Kodansha USA came to Anime NYC with a full slate of announcements for Fall 2023, including new manga licenses and new formats for older series. Here’s a look at the highlights.

Miraculous: Tales of Ladybug and Cat Noir, by Koma Warita and Riku Tsuchida, is a Japanese-produced manga based on the animated TV series, which streams on Netflix and Disney+. The story about a teenage superhero and magical girl fighting a supervillain has already been adapted into comics (see “Action Lab to Publish ‘Miraculous: Tales of Ladybug and Cat Noir’ Comics”), and two volumes made Diamond’s list of the top graphic novels of 2019 (see “Top 500 Graphic Novels—2019”). The series has also been adapted into a collectible card game (see “Nickelodeon’s ‘Miraculous’ Gets Collectible Card Game”), and an animated musical film, Ladybug & Cat Noir: The Movie, is slated for release in 2023. The manga version is notable not only because it’s based on a popular property but also because it’s rated for ages 8 and up, making it one of the few kid-friendly manga.

Origin, by Boichi, is a futuristic action/suspense story in which robots with high-level artificial intelligence are murdering people and can only be stopped by one of their own. The series, which won the Grand Prize of the Japan Media Arts Festival’s Manga Division in 2019, is complete in 10 volumes and is rated 13+. Boichi is the artist for Viz’s Dr. Stone and is also the creator of Sun-Ken Rock, a manga that is available digitally on Crunchyroll.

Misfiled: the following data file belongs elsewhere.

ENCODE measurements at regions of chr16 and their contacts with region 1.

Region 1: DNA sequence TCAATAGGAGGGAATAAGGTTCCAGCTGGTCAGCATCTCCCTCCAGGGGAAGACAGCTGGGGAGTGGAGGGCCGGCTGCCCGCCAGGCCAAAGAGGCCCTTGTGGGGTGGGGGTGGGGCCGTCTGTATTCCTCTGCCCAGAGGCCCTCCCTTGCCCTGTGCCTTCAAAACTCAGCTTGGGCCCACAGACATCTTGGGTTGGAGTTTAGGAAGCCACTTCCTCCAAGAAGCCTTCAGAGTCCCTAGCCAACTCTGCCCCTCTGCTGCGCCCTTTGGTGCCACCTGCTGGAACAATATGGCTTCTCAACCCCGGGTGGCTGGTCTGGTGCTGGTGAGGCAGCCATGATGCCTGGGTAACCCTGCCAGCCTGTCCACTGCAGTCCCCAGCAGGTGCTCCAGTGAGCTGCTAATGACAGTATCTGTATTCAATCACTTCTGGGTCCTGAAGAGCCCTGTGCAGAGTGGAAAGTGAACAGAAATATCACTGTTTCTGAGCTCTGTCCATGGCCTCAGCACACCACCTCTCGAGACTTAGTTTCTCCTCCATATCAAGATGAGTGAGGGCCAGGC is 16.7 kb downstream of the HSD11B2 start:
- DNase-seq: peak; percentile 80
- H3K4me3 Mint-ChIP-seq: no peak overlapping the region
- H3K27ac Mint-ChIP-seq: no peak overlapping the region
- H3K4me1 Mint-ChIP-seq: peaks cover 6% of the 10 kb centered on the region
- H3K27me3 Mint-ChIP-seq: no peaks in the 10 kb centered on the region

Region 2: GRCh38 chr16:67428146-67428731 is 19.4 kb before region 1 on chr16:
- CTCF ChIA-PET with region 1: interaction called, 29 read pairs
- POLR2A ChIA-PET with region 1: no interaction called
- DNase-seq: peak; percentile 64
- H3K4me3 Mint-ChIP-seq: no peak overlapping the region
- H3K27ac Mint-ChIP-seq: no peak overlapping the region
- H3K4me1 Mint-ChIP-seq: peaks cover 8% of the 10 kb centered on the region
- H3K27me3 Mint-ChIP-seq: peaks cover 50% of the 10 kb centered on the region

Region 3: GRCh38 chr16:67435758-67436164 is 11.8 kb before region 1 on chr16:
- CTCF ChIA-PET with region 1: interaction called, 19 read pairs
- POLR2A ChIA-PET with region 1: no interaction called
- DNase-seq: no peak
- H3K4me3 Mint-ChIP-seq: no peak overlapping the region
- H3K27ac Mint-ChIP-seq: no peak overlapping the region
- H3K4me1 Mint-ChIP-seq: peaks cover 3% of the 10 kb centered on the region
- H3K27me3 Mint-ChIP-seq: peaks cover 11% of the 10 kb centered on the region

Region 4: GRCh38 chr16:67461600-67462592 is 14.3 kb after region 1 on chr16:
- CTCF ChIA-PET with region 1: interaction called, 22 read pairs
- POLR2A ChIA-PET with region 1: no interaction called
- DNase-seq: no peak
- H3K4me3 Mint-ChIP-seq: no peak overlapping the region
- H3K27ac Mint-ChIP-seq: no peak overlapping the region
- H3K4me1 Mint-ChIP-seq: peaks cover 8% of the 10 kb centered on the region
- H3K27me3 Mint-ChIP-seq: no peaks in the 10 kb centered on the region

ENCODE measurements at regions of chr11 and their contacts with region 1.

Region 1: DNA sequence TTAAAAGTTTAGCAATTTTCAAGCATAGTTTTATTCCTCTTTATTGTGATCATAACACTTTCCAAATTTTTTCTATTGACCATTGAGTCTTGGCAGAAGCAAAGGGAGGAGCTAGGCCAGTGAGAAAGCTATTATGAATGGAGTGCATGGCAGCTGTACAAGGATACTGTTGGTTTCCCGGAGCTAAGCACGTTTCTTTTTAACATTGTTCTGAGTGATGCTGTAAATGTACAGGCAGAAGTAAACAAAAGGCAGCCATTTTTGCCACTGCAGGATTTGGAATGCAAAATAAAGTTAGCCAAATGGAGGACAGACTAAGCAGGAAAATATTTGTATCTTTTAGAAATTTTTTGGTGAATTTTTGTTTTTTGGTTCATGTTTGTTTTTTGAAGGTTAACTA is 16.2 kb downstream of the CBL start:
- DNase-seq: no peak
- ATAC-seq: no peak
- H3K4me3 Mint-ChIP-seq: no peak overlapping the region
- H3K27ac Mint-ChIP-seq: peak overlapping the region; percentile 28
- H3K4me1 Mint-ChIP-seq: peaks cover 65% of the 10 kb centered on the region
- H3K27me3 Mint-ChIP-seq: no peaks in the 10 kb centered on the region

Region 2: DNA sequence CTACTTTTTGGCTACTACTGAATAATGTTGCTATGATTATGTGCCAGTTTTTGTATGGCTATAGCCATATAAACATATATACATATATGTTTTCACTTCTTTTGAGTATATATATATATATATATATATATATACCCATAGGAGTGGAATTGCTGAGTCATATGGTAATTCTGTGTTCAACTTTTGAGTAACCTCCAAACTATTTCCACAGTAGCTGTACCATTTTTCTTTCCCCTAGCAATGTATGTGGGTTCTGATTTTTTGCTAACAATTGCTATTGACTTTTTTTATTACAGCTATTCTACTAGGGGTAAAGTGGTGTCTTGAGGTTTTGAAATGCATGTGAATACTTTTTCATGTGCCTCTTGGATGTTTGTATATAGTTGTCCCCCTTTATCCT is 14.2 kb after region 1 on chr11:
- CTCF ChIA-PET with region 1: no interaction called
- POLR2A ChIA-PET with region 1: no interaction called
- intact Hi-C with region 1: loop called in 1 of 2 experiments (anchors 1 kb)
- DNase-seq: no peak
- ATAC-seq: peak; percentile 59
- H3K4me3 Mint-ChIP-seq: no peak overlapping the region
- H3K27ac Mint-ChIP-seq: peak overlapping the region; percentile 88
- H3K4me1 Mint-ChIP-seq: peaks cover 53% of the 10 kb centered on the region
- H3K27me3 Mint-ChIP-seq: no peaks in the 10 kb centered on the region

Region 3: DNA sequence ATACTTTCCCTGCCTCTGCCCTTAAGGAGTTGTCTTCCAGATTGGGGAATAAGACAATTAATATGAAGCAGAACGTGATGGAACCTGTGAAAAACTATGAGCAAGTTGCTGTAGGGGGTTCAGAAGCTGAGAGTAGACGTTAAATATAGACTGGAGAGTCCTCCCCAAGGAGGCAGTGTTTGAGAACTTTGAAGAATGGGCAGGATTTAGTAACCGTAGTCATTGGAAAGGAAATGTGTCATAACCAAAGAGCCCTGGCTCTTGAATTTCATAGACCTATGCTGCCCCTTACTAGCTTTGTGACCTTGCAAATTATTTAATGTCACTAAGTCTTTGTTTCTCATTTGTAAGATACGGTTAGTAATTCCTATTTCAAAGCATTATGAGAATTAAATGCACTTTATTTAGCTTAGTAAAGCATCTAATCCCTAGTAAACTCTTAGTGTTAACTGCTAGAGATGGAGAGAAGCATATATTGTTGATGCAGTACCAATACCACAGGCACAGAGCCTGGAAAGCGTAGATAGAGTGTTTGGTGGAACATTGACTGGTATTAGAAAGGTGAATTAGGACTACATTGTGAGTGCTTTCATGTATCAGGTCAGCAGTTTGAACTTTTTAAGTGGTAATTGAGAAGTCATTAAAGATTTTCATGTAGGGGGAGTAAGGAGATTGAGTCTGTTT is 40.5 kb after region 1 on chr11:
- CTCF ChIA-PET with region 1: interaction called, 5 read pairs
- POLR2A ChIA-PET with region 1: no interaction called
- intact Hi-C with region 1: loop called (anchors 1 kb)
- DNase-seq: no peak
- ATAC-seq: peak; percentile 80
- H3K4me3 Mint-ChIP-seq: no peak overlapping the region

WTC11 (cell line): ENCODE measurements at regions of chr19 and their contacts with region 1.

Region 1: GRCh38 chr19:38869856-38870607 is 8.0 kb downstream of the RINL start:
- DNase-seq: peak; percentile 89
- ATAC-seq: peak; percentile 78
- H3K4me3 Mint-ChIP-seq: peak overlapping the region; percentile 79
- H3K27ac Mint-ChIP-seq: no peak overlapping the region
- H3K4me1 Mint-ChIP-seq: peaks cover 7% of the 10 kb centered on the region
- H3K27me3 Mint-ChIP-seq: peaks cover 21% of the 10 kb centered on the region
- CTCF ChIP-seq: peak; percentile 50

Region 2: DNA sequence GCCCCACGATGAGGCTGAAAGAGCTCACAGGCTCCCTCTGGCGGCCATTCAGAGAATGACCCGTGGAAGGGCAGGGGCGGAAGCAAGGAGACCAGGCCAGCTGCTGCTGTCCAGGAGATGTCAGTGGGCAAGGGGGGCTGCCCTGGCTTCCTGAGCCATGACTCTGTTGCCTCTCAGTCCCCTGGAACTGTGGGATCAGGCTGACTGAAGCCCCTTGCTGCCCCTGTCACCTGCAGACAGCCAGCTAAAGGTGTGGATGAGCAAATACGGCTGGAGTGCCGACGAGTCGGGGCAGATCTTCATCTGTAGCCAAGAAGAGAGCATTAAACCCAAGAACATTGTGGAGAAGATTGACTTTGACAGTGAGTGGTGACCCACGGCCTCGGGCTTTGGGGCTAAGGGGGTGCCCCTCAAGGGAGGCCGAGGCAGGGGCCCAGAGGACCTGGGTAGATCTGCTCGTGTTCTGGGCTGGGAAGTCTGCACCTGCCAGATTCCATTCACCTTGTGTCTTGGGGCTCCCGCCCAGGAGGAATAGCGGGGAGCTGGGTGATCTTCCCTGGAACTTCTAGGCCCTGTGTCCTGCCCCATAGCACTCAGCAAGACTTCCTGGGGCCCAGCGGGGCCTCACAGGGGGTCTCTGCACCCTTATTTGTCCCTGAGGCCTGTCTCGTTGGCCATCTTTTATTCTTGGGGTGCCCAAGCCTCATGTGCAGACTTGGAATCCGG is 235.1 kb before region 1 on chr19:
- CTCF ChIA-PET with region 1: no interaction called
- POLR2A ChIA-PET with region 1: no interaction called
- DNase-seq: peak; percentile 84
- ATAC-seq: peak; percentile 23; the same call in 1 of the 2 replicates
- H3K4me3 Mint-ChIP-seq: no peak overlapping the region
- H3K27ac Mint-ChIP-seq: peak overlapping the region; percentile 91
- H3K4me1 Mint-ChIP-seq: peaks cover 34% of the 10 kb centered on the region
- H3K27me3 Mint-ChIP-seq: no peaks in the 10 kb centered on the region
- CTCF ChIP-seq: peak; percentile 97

Witch Hat Atelier Kitchen, by Hiromi Sato, is a slice-of-life spinoff of the Eisner-winning Witch Hat Atelier series, in which two of the characters from the main story hang around the kitchen after hours to talk and eat. Sato is the artist for the original series, which was rated 16+; this laid-back companion is rated 13+.

The Darwin Incident, by Shun Umezawa, is another award-winning manga; in fact, it’s the winner of both the Japan Media Arts Festival’s award for Excellence in Manga and the 2022 Manga Taishou award. The psychological drama follows a 15-year-old human/chimpanzee hybrid who was raised by humans and is just starting high school (and making his first friend) when a group of animal rights activists set out to kidnap him. The series is rated 16+.

My Lovesick Life as a 1990s Otaku, by Nico Nicholson, blends nerdery and nostalgia as a divorcee reminisces about her life as an anime and manga fan the mid-1990s and her decision to hide her hobby when she transferred to a new school. That means she has to keep it on the down low when she gets a crush on an adamantly otaku-hating guy (even though he looks just like one of her favorite characters). This josei comedy/drama is billed as a good pick for fans of Kodansha’s best-selling nerd romance Wotakoi and is rated 13+.

The new licenses also included a yuri manga, The Moon on a Rainy Night, by Kuzushiro, a romance between a piano-playing high schooler and a hearing-impaired classmate, and three boys love titles: The Summer With You: The Sequel (My Summer of You Vol. 3) and My Ultramarine Sky, both by Nagisa Furuya, and Super Morning Star, by Kara Aomiya, a rom-com about a high-schooler who discovers his classmate is secretly a sentai star.

Kodansha also had some new formats for existing titles: a deluxe edition of Vinland Saga that repackages the series as 3-in-1 hardcovers; Blue Period Box Set, which collects the first six volumes of the series, which has been adapted into a Netflix anime, and Cells at Work! Omnibus, which bundles the original series into two three-in-one omnibus volumes. They also plan to reissue the new translation of CLAMP’s Magic Knight Rayearth, originally published as a limited-edition box set, as less expensive paperbacks.